Men want to wear makeup, but they don’t want to be stereotypedThe trend of men wearing makeup isn’t new, but social media has definitely helped normalise it.
Anish Tamang was intrigued by makeup since his formative years. But as he grew up, he was made to realise and understand the social expectations when it came to gender and makeup. But when he decided to take modelling jobs in 2013, makeup became a normal routine. In order to become self-reliant while on the job, he learned a few makeup techniques that led him to become a professional makeup artist.
Now, his regular routine consists of putting on a foundation layer to achieve a smooth sheen across his face, a bit of eye-shadow for a pop of colour on his eyelids and fill the brows with brow-pomade.
“I feel confident and positive when I’m wearing makeup,” he says.
Men are no strangers to makeup. From ancient Egypt, Elizabethan-era England, 18th century France to 1930s Hollywood, men were traditionally expected to wear makeup in various ways. But for the last century, makeup has been exclusively reserved for women. In recent years, however, with the emergence of the concept beyond the gender binary and emergence of male beauty influencers in social media, men wearing makeup isn’t perceived as peculiar. This has somewhat trickled down to Nepal as well—at least among the urban population of the country.
In the international scene, there are now plenty of men, who have been acknowledged and praised for breaking the barrier of restrictive gender norms when it comes to facial decoration. But that change was led by ordinary teenagers making videos of putting makeup on themselves and posting them online—similar to what Tamang is doing right now.
His Instagram profile is full of photos of himself in various degrees of makeup. He isn’t hesitant to showcase his affinity to makeup, which are mostly feminine. But Tamang says, it’s mostly for the social media, he hardly takes to the streets of Kathmandu with his ‘looks’.
“I only put on a full face of makeup when I decide to click pictures for Instagram,” he says. “But mostly, I avoid it when I go out because I don’t want to create a stereotypical image of myself .”
But it wasn’t easy to face social judgements when he first started wearing makeup. Although Tamang says, his parents have always been supportive, they’ve had to put up with many condescending comments from their relatives and friends.
“I used to hear people tell my parents, ‘you only have one son and he too is wearing makeup.’ The reactions were mostly negative,” he says.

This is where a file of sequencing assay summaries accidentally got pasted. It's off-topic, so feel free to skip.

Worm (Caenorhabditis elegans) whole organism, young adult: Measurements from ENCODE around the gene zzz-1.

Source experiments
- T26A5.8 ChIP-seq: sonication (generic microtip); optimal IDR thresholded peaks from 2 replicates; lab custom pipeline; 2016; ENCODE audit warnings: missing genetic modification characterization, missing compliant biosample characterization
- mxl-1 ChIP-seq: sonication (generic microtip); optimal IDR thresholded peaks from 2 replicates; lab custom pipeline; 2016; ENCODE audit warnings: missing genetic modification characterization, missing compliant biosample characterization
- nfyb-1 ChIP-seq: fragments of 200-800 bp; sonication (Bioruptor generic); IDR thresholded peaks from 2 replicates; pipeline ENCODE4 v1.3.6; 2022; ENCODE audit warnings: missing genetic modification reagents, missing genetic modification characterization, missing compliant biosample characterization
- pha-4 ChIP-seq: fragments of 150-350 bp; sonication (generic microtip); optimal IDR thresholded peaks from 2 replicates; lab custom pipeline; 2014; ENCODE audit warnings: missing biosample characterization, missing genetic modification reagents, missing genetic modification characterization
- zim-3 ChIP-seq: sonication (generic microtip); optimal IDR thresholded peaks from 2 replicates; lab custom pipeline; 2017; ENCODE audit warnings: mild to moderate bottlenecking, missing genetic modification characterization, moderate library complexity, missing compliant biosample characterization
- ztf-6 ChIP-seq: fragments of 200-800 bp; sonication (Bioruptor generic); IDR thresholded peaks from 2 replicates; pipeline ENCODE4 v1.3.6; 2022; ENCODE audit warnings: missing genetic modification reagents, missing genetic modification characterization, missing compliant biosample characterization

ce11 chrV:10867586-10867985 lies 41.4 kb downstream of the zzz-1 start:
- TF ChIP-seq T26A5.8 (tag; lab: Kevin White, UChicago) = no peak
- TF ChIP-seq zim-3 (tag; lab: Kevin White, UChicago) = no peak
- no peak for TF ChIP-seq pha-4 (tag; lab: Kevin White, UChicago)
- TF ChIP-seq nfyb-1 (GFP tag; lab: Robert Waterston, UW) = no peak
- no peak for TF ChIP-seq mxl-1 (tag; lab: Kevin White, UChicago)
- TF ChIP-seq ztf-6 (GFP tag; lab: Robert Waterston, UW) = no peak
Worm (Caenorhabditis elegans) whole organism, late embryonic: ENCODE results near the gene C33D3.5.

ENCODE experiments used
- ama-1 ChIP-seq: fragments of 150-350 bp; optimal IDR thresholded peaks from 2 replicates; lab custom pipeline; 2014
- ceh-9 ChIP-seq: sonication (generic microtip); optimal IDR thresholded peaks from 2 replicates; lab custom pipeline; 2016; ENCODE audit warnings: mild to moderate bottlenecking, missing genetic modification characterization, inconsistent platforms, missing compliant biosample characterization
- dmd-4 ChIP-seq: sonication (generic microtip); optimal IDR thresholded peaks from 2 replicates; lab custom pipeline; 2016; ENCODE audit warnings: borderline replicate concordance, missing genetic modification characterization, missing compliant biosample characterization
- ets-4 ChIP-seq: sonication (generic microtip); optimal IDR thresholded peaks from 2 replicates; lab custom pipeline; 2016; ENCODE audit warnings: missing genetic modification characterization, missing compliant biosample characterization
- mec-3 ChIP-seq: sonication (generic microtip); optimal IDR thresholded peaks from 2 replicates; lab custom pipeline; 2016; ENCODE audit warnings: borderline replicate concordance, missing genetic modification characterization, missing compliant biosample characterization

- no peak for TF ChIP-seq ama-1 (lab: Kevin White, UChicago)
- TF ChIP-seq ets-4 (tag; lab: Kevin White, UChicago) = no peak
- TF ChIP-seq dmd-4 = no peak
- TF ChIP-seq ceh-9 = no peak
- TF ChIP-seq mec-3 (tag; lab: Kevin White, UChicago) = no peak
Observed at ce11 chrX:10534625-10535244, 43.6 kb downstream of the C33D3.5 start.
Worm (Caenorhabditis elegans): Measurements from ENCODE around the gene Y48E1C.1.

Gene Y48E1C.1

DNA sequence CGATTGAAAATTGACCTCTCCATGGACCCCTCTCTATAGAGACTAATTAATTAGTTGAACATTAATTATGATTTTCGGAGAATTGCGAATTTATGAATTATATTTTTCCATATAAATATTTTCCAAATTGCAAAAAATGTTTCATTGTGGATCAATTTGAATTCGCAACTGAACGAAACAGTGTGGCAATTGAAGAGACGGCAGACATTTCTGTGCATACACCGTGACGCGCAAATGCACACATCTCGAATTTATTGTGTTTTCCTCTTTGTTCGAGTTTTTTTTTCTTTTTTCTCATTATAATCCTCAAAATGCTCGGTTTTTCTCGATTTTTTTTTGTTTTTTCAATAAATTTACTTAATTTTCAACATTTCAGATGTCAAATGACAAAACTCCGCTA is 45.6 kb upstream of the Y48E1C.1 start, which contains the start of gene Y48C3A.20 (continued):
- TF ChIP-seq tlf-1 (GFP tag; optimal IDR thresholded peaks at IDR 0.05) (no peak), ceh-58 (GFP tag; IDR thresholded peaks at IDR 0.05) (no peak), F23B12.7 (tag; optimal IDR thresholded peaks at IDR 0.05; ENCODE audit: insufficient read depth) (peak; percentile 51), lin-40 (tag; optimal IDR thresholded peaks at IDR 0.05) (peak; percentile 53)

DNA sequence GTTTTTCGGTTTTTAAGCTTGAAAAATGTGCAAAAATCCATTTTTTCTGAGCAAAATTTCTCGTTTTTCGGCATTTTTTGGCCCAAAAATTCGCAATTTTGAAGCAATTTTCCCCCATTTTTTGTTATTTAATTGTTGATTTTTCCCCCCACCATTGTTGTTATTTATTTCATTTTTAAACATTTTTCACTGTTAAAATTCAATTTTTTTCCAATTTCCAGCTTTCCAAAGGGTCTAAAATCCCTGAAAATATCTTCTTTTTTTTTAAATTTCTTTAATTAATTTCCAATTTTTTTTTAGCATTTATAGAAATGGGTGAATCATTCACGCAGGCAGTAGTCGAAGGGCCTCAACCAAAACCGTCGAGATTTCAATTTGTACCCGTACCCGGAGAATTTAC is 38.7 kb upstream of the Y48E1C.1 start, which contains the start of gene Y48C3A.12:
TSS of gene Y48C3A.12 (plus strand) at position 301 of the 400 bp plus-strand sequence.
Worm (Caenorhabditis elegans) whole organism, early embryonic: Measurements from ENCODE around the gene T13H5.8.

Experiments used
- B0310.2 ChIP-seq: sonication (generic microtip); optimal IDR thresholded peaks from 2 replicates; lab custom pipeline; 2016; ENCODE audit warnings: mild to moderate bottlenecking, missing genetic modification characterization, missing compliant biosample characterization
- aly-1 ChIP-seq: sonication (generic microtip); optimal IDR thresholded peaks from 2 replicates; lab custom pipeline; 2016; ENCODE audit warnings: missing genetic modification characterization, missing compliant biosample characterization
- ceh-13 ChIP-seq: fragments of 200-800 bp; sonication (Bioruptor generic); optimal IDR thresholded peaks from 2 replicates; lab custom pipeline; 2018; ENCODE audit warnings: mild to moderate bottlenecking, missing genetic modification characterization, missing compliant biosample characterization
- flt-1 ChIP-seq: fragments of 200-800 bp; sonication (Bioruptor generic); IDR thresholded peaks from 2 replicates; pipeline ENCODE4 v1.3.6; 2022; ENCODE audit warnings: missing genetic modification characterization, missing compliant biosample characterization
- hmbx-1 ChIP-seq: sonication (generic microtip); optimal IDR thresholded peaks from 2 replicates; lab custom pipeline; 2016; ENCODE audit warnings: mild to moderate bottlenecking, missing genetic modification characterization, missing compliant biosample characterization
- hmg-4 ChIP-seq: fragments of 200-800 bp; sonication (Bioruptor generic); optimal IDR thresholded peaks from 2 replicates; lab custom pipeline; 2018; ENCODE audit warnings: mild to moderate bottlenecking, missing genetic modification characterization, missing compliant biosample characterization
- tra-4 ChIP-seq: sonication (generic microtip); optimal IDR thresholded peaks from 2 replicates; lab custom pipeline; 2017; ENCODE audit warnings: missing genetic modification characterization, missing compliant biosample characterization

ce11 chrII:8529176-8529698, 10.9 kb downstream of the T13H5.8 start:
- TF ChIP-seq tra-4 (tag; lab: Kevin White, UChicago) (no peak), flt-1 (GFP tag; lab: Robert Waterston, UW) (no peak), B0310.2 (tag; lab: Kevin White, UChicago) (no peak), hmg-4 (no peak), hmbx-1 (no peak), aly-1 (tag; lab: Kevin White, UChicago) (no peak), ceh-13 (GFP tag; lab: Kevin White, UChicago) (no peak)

Prasot Kandel also shares a similar experience when people saw him with makeup. Although Kandel doesn’t wear glamorous makeup like Tamang, even a hint of mascara or contouring is enough to throw people in a fit of shock, he says.
The 22-year-old, who was a contestant of the first season of TV game show ‘Himalayan Roadies’, says he was attracted towards makeup because he likes to stay well-groomed and it makes him feel better-looking.
“Whether it’s about applying makeup or my styling choices, there are endless comments from people,” says Kandel.
Due to experiences like that of Kandel, the growing industry of men’s makeup and grooming part ways with women’s in one major factor: unlike women’s makeup, men’s are designed to be invisible. In order to capitalise on the growing idea of men’s grooming, the makeup companies have been attempting to give more ‘manlier’ names to the same product—manscara, guyliner, tinted moisturiser to name a few.
Wang Yong Limbu, a 24-year-old vlogger, says that this is exactly what he looks for when applying makeup to look presentable for his vlogs. His skin care routine consists of regular use of moisturiser, face wash and facepack.
“Since I need to shoot videos for my vlog and Instagram frequently, I try to take care of my skin, as I need to make sure that I look smart and presentable in the videos,” says Limbu.
But like the history of makeup and men’s usage of it, it is not an alien trend in Nepal for men to use makeup. Some of the professions demand the usage of makeup, regardless of gender.
Raju Khadgi, who has been in the makeup industry for more than 20 years, says men wearing makeup has existed for a long time in Nepal but it wasn’t as normalised as in recent years. Currently working as the head of the makeup department at Kantipur Television, he commends social media for making makeup more approachable to men.
“Earlier, actors and TV presenters used makeup because that was required of their profession,” he says. “But now men use it out of personal preference too.”
But not all men enjoy the same privilege of buying and wearing makeup comfortably. Many men are still embarrassed from wearing makeup or grooming themselves beyond the norms of masculinity.
“I know a lot of men who are keen to learn and apply makeup to enhance their appearance. But they fear they will be labelled as effeminate on the basis of their choices,” says Tamang. “It is difficult to break these barriers.”